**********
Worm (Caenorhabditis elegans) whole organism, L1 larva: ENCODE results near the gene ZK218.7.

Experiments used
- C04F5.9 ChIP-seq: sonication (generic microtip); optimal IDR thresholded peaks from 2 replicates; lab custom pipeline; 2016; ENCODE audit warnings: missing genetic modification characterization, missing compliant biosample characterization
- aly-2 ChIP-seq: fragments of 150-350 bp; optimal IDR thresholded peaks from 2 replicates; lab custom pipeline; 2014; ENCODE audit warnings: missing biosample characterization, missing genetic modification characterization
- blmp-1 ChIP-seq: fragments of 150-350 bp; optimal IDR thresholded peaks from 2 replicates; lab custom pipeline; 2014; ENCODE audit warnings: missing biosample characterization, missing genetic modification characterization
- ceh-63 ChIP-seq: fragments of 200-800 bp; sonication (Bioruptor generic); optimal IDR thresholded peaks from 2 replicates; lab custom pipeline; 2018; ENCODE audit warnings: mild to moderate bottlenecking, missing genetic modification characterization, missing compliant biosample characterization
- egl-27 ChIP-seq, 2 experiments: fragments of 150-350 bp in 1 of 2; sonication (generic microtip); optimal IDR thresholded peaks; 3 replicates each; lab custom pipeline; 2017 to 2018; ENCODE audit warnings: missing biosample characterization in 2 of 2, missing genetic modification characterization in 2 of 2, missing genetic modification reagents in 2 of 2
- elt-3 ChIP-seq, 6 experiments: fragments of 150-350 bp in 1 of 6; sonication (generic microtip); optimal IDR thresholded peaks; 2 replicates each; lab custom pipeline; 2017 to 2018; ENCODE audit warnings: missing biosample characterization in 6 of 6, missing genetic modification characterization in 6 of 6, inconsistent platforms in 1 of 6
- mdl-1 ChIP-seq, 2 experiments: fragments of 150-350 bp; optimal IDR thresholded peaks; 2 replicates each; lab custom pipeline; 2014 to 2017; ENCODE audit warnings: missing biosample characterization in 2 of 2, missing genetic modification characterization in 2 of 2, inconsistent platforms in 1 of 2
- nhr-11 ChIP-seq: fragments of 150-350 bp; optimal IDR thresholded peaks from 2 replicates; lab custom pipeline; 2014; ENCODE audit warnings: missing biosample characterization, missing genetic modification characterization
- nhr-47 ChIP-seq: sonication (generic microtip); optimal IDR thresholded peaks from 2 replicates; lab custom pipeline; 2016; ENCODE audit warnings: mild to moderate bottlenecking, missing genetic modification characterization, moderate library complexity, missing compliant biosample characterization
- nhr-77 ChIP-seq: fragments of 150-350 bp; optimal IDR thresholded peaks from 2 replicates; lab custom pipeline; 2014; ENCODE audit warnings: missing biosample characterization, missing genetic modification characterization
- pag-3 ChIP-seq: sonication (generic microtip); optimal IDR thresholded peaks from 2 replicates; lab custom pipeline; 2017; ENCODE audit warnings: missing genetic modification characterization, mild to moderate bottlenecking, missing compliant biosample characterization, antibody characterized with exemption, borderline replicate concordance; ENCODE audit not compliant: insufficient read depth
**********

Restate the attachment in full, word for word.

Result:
Worm (Caenorhabditis elegans) whole organism, L1 larva: ENCODE results near the gene ZK218.7.

Experiments used
- C04F5.9 ChIP-seq: sonication (generic microtip); optimal IDR thresholded peaks from 2 replicates; lab custom pipeline; 2016; ENCODE audit warnings: missing genetic modification characterization, missing compliant biosample characterization
- aly-2 ChIP-seq: fragments of 150-350 bp; optimal IDR thresholded peaks from 2 replicates; lab custom pipeline; 2014; ENCODE audit warnings: missing biosample characterization, missing genetic modification characterization
- blmp-1 ChIP-seq: fragments of 150-350 bp; optimal IDR thresholded peaks from 2 replicates; lab custom pipeline; 2014; ENCODE audit warnings: missing biosample characterization, missing genetic modification characterization
- ceh-63 ChIP-seq: fragments of 200-800 bp; sonication (Bioruptor generic); optimal IDR thresholded peaks from 2 replicates; lab custom pipeline; 2018; ENCODE audit warnings: mild to moderate bottlenecking, missing genetic modification characterization, missing compliant biosample characterization
- egl-27 ChIP-seq, 2 experiments: fragments of 150-350 bp in 1 of 2; sonication (generic microtip); optimal IDR thresholded peaks; 3 replicates each; lab custom pipeline; 2017 to 2018; ENCODE audit warnings: missing biosample characterization in 2 of 2, missing genetic modification characterization in 2 of 2, missing genetic modification reagents in 2 of 2
- elt-3 ChIP-seq, 6 experiments: fragments of 150-350 bp in 1 of 6; sonication (generic microtip); optimal IDR thresholded peaks; 2 replicates each; lab custom pipeline; 2017 to 2018; ENCODE audit warnings: missing biosample characterization in 6 of 6, missing genetic modification characterization in 6 of 6, inconsistent platforms in 1 of 6
- mdl-1 ChIP-seq, 2 experiments: fragments of 150-350 bp; optimal IDR thresholded peaks; 2 replicates each; lab custom pipeline; 2014 to 2017; ENCODE audit warnings: missing biosample characterization in 2 of 2, missing genetic modification characterization in 2 of 2, inconsistent platforms in 1 of 2
- nhr-11 ChIP-seq: fragments of 150-350 bp; optimal IDR thresholded peaks from 2 replicates; lab custom pipeline; 2014; ENCODE audit warnings: missing biosample characterization, missing genetic modification characterization
- nhr-47 ChIP-seq: sonication (generic microtip); optimal IDR thresholded peaks from 2 replicates; lab custom pipeline; 2016; ENCODE audit warnings: mild to moderate bottlenecking, missing genetic modification characterization, moderate library complexity, missing compliant biosample characterization
- nhr-77 ChIP-seq: fragments of 150-350 bp; optimal IDR thresholded peaks from 2 replicates; lab custom pipeline; 2014; ENCODE audit warnings: missing biosample characterization, missing genetic modification characterization
- pag-3 ChIP-seq: sonication (generic microtip); optimal IDR thresholded peaks from 2 replicates; lab custom pipeline; 2017; ENCODE audit warnings: missing genetic modification characterization, mild to moderate bottlenecking, missing compliant biosample characterization, antibody characterized with exemption, borderline replicate concordance; ENCODE audit not compliant: insufficient read depth